Shoe interest sneaks into teen fashion


Pink Rust Air Jordan 1’s, size 11, being sold by junior Vinny Cisneros for 45,000$ on StockX. Photo by Vinny Cisneros

Sophia Woods, Sports Editor

Whether low-top, high top, cross trainers or running, chances are good you have a pair in your closet.

According to John Boyd Dunlop invented the first type of shoes developed for sports in the 1830s by figuring out how to bond rubber soles to canvas. The first pair was made for Victorians on beach excursions, but his company created tennis shoes worn at Wimbledon in 1929.

This idea of versatility is what first sparked interest in sneakers and still does to this day. From going on a run to seeing them on the runway, sneakers work well for daily life while also providing some level of style.

The sneaker craze was more than just a new addition to the public’s closet, they soon became a symbol of social status. In 1970, the popular aerobic style started to include sneakers such as the Nike Blazer and the Adidas Campus, rapidly making them a fashion staple.  

The advent of the celebrity athlete kicked off the current sneaker culture. 

Chuck Taylor, a semi- pro basketball player, started to endorse Converse sneakers as a salesman,  and he got so popular that he soon had his own basketball shoe, the Chuck Taylor All Star. While the shoe was intended for basketball, they became so popular that they were used for everyday wear.    

During this time, brand deals between shoe brands and athletes took off. Nike successfully marketed through the public’s interest in sports players by teaming up with Michael Jordan and created the iconic Air Jordan. 

According to the Sports Drop,  “[Jordan] He was lovable. His competitive drive and his flashy style made him an easy player to be a fan of.” 

This love spiked the public’s love and admiration for the shoe. The Air Jordan 1 came out in 1984 and caused quite a riot in the NBA. Designed in mostly black and red, the shoe broke the NBA’s 51% white rule. This publicity, even though negative, drove Jordan 1 sales up. ESPN reported that Nike sold $70 million dollars in the first month of dropping. 

Currently, the Jordan 1 is a huge sales market. Collaborating with luxury brands, such as Dior and Off- White, the shoes can retail anywhere from $100- $25,000 according to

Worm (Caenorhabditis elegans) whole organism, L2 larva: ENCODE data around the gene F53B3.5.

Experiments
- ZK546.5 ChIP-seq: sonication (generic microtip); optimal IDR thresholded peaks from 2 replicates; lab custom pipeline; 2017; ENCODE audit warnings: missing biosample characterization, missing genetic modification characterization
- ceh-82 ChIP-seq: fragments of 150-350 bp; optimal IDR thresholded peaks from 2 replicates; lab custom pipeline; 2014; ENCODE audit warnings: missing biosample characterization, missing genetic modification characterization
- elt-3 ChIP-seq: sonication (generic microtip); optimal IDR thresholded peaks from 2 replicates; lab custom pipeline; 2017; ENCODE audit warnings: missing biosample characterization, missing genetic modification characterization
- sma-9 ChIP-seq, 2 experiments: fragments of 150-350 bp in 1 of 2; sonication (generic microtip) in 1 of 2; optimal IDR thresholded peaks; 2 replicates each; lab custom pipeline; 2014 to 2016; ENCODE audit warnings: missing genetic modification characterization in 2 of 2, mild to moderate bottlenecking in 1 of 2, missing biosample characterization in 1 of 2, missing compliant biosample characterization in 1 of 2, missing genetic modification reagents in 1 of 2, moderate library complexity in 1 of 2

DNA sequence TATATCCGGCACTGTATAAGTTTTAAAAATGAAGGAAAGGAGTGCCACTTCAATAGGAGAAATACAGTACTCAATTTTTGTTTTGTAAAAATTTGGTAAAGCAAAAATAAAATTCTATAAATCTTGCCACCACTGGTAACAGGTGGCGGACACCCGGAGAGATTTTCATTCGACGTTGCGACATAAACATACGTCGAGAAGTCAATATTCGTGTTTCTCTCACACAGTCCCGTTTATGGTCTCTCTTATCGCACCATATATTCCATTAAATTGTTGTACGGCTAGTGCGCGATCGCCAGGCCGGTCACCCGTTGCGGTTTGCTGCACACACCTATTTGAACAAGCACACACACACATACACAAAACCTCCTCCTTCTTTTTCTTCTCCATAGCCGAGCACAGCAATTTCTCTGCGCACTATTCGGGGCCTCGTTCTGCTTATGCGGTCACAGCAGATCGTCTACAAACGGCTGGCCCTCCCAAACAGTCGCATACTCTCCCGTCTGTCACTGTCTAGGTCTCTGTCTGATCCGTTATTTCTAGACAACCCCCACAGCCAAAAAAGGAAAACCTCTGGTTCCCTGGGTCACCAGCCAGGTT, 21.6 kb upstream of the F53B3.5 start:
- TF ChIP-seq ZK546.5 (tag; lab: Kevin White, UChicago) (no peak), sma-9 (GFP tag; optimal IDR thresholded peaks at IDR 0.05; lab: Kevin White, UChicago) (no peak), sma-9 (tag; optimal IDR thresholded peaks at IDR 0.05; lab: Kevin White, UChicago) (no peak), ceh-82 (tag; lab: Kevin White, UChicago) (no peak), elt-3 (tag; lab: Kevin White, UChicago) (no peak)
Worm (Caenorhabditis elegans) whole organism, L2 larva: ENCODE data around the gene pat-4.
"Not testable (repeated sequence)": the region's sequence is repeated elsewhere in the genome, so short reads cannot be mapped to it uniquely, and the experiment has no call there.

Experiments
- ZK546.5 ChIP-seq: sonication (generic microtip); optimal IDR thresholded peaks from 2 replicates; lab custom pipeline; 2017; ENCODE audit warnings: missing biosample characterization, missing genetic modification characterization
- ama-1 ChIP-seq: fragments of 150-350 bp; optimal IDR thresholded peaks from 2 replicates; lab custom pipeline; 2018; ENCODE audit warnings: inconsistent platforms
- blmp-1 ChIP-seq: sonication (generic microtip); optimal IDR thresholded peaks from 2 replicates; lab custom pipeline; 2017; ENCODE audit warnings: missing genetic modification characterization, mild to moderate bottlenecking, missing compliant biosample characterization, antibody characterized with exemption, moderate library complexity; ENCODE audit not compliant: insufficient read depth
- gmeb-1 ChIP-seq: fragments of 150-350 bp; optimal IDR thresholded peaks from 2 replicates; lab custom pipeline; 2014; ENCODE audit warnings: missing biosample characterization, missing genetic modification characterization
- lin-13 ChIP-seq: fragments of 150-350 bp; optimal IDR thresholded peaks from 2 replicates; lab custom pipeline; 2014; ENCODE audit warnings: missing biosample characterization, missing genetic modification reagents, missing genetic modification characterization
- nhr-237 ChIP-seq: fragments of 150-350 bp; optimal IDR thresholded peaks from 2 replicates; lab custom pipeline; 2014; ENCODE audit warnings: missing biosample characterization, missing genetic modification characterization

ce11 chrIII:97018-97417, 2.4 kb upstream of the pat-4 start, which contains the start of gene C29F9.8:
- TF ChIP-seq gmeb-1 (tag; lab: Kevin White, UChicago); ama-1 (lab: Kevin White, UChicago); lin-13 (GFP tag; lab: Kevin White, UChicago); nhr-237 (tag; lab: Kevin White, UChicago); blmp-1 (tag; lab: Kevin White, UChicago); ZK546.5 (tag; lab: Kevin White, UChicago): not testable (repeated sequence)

Interest in the ‘latest and greatest’ sneakers has led to addiction and violence. According to Kate Keller from the Smithsonian Magazine, starting in the late 1980, theft and even murder have been committed over possesion of the shoes. 

The shoes also began to take off in mainstream rap and hip hop culture elevating them into a status symbol. Songs like “23” by Miley Cyrus, Wiz Khalifa and Juicy J refer to the famous Jordans in the song. Lyrics like “Put on my J’s and dance the whole night away” show the significance of the shoes. 

With sustainable fashion becoming increasingly popular and resale websites becoming more visited than ever. Shoe culture has followed this trend with resale sites gaining buyers and sellers.

Sites such as StockX and Goat allow shoe connoisseurs to buy and sell new and used sneakers. The shoes get shipped to the company headquarters where they are checked for authenticity. 

According to Tristan Rose, writer for, StockX made $400 million in revenue from 2020 alone. Sellers’ fees account for part of this ranging from 8-10% depending on the levels of sales the seller has. 

Sneaker Con, another selling site, takes buying and selling to the next level with Sneaker Con, a convention where thousands of shoe- lovers are able to trade amongst themselves. With dates all over the world, Sneaker Con is accessible to most with tickets starting at about $25 depending on the city. Sneaker Con will be open to the public in Chicago on Dec. 12.

Junior Vinnie Cisneros markets his buying and selling business at Sneaker Con and through social media.

“I’ve always been invested in shoes, and I usually choose what shoes I would wear and also know what people want,” Cisneros said.

Shoes made with luxurious brands are often supplied in small quantities, making the value go up as people buy them. These are what sellers tend to look for. 

“I choose what I want to sell by what the people want… I had a good amount of people ask me for a pair of shoes called the off- white lots… I went and got and sold them as soon as possible,” junior George Koliopoulos said. 

This gaining industry also allows teens to make money in an unconventional way. Teaching them things like money management and watching sales patterns teaches lessons other jobs otherwise could not.

“Buying and selling has changed me to who I am today [and] taught me how to save money,” Koliopoulos said. “This entrepreneurship life of mine is finally coming into play, and I am so excited for what my future has to hold.”